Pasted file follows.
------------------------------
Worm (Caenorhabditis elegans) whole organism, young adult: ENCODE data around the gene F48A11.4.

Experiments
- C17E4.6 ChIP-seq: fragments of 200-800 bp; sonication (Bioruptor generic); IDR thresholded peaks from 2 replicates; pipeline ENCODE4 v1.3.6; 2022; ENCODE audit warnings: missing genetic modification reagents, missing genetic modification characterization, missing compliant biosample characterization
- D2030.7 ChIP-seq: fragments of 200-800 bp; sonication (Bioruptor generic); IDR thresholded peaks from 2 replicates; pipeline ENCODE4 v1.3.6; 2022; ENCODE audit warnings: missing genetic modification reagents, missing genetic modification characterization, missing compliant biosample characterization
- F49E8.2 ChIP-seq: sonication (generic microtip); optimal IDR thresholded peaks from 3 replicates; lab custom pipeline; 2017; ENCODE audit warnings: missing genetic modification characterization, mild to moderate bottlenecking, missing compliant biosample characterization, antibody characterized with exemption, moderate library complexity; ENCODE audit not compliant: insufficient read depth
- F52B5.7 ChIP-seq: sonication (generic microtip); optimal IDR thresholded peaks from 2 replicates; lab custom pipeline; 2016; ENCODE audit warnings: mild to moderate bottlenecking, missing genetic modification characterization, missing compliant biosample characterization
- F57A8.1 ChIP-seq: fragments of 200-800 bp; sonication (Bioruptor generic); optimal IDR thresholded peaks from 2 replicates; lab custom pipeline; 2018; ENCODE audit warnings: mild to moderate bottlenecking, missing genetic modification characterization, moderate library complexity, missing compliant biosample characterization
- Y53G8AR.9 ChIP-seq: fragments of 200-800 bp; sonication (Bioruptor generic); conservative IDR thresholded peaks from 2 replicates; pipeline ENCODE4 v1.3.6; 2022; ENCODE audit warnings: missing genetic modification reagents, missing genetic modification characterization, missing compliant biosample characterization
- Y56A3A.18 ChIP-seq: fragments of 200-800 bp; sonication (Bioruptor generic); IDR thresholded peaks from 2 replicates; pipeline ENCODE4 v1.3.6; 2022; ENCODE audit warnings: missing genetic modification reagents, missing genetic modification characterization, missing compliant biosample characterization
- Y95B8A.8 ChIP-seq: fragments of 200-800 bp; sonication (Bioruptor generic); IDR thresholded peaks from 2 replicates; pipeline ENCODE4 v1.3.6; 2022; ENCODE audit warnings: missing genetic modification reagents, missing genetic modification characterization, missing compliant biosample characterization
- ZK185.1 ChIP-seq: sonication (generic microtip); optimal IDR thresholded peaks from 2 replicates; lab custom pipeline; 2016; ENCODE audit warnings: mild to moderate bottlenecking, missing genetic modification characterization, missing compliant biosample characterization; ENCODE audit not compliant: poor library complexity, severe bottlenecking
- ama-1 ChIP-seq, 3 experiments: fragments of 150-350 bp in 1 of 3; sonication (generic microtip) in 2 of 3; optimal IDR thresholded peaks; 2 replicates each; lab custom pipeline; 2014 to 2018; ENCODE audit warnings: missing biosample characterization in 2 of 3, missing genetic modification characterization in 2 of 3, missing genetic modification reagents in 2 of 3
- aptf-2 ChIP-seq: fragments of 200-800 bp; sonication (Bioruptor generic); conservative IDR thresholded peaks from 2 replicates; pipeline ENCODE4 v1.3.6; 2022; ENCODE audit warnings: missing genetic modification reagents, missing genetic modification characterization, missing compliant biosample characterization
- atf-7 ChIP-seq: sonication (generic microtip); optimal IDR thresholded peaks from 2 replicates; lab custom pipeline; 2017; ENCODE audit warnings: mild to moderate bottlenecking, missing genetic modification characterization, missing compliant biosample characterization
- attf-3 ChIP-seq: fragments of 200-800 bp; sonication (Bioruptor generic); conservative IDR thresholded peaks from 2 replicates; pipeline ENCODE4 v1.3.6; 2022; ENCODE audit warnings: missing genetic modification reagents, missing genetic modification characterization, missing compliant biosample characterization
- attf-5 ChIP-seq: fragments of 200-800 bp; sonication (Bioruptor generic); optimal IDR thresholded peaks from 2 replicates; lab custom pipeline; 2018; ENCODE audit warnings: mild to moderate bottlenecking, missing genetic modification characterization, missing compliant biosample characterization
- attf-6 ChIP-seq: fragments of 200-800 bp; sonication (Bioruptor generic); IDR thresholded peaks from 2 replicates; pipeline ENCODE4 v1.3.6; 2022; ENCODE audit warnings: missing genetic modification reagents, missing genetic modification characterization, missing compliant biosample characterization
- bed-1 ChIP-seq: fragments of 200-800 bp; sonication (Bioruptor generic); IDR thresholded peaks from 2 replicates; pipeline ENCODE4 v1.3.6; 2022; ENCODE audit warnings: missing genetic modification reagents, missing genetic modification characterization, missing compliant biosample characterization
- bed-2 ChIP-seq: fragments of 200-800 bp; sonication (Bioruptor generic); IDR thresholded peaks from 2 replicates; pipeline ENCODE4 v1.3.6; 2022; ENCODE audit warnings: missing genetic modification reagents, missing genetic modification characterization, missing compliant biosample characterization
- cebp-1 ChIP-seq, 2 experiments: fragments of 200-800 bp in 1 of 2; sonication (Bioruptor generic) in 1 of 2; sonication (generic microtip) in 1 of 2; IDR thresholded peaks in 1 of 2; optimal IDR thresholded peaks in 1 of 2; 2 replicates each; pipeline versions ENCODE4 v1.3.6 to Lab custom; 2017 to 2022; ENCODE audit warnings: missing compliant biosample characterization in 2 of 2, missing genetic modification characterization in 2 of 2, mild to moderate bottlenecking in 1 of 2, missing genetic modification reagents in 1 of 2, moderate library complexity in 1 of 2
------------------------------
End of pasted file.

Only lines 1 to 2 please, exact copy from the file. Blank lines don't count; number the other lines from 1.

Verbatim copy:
Worm (Caenorhabditis elegans) whole organism, young adult: ENCODE data around the gene F48A11.4.

Experiments